Not that I really care about this case, but the argument that his emotive response to the allegations makes him unsuitable to be on the Supreme Court is not a good one. Imagine if allegations - perhaps of a different nature - were made against a female nominee and she reacted emotionally. If anyone dared to argue that she was too emotional to be on the Supreme Court they'd be accused of sexism.
    If a woman had given Kavanaugh's hysterical performance her nomination would already have been withdrawn.
  • NickPalmerNickPalmer Posts: 11,013
    Pretty convincing and well-argued piece as usual from David. Why he isn't a paid columnist on, say, the Spectator, is a mystery.
  • kle4kle4 Posts: 33,654
    edited October 6
    Nigelb said:

    tlg86 said:

    Brett Kavanaugh doesn't appear very likeable to me and his demeanour before the Senate committee jarred. However, in the current era where everyone seems to emote at a drop of the hat, perhaps that fits the spirit of the times too.

    Not that I really care about this case, but the argument that his emotive response to the allegations makes him unsuitable to be on the Supreme Court is not a good one. Imagine if allegations - perhaps of a different nature - were made against a female nominee and she reacted emotionally. If anyone dared to argue that she was too emotional to be on the Supreme Court they'd be accused of sexism.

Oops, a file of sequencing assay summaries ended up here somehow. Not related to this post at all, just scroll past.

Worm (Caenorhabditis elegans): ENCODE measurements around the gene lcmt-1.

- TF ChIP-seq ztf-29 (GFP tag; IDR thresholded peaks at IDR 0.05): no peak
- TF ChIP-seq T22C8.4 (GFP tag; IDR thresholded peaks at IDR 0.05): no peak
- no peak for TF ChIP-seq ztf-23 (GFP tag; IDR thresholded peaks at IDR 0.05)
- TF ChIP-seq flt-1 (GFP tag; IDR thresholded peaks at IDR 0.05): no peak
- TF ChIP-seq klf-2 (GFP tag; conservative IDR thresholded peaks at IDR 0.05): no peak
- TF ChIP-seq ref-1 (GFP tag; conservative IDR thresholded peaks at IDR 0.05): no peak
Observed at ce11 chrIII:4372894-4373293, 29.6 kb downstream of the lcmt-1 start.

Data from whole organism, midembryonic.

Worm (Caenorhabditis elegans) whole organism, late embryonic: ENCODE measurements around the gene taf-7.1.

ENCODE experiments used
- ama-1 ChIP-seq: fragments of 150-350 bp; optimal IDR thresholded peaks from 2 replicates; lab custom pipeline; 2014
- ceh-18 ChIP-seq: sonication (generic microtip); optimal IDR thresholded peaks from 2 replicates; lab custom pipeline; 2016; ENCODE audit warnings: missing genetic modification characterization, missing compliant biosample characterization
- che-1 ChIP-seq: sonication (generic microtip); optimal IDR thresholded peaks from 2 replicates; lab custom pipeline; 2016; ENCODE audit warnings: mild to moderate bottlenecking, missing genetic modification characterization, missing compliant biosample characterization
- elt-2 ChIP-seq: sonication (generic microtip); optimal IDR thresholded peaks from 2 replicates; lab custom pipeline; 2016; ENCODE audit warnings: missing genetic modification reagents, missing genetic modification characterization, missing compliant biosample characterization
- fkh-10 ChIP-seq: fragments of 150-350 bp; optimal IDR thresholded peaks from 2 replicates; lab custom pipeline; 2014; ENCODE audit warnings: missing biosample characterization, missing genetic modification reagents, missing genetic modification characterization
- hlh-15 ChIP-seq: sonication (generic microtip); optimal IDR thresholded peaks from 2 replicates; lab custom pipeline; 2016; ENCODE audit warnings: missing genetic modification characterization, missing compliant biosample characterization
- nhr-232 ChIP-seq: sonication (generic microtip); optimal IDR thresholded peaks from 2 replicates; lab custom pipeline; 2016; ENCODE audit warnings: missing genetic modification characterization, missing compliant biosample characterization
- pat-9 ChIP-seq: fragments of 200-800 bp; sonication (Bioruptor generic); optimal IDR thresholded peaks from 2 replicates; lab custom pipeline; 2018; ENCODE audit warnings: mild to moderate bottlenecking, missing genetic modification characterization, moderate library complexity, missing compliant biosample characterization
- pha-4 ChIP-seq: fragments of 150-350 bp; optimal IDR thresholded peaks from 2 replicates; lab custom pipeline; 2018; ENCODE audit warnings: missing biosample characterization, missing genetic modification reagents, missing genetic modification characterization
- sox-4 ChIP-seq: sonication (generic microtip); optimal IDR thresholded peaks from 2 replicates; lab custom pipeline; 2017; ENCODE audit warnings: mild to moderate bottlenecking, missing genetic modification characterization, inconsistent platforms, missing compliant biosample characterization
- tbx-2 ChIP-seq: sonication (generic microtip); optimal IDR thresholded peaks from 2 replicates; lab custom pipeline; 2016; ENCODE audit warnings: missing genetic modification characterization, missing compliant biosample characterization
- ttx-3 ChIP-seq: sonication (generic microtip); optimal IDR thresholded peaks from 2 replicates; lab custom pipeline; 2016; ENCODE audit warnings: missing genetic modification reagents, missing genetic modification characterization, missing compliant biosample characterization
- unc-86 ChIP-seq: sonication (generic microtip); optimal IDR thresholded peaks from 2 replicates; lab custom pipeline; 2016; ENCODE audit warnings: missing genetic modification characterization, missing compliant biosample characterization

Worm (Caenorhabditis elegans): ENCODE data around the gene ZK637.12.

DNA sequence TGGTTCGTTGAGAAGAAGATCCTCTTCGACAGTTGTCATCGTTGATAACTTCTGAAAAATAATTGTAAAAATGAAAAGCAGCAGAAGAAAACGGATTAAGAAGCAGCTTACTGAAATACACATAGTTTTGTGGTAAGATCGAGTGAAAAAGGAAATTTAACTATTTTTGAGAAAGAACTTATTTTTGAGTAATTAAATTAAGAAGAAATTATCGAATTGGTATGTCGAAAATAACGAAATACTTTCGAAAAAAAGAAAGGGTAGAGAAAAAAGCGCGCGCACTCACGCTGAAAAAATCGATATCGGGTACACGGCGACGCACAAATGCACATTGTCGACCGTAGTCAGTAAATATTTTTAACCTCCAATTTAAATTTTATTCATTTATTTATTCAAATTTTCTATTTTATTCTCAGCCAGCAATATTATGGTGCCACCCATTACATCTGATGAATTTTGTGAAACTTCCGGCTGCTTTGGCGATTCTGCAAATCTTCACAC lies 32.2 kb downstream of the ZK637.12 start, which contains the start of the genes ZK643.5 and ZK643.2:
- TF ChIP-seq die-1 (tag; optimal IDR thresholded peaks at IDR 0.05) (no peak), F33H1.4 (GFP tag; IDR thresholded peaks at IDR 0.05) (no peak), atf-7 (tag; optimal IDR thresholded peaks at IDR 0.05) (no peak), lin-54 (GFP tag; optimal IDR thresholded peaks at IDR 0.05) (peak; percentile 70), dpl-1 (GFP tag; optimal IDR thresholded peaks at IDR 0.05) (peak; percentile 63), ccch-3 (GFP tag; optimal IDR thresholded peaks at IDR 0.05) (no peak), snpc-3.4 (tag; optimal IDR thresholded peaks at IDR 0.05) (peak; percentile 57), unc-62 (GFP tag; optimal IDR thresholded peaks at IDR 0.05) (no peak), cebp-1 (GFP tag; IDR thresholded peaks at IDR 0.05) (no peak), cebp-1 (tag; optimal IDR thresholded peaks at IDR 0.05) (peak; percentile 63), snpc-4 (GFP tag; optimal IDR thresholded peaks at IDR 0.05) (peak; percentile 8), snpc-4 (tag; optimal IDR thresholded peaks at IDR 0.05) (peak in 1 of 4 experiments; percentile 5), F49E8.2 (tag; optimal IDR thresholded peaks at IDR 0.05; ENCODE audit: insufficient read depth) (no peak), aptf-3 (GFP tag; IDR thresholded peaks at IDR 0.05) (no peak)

The argument is that his emotional outburst revealed the political partisanship of which he has been long accused.

    The sex of the nominee is irrelevant to their role. What is disqualificatory in one would be equally disqualificatory in the other.
    Yes, except people haven't just made the specific point you have about the emotional outburst showing his level of partisanship. On here and elsewhere people have made the points separately, or referred only to his lack of composure.

    I think he showed himself as unsuitable for the reason you point out, although frankly Americans seem to want naked partisans, but there have been plenty who criticised his emotional reaction as distinct from his partisanship. So while the argument you make is valid it is untrue that that is the argument all have been making.

    Where I disagree with the first post is that I think had a woman behaved that emotionally she would not be confirmed even if some called it sexism.
  • RogerRoger Posts: 9,746
    edited October 6

    I'm not sure Mr Mason has fully thought through the consequences of the 'super rich' leaving:

    Will he be punching the air when NHS wards start closing down? Cuz these are the people that pay for those wards.....
    I don't think anyone need worry about the ungainly sight of Mason punching the air......Corbyn has as much chance of becoming PM as Theresa May has of winning Strictly Come Dancing
  • kle4kle4 Posts: 33,654
    Can you imagine if Trump gets to nominate yet more justices? What's the highest number appointed during one presidency?
  • kle4kle4 Posts: 33,654
    Roger said: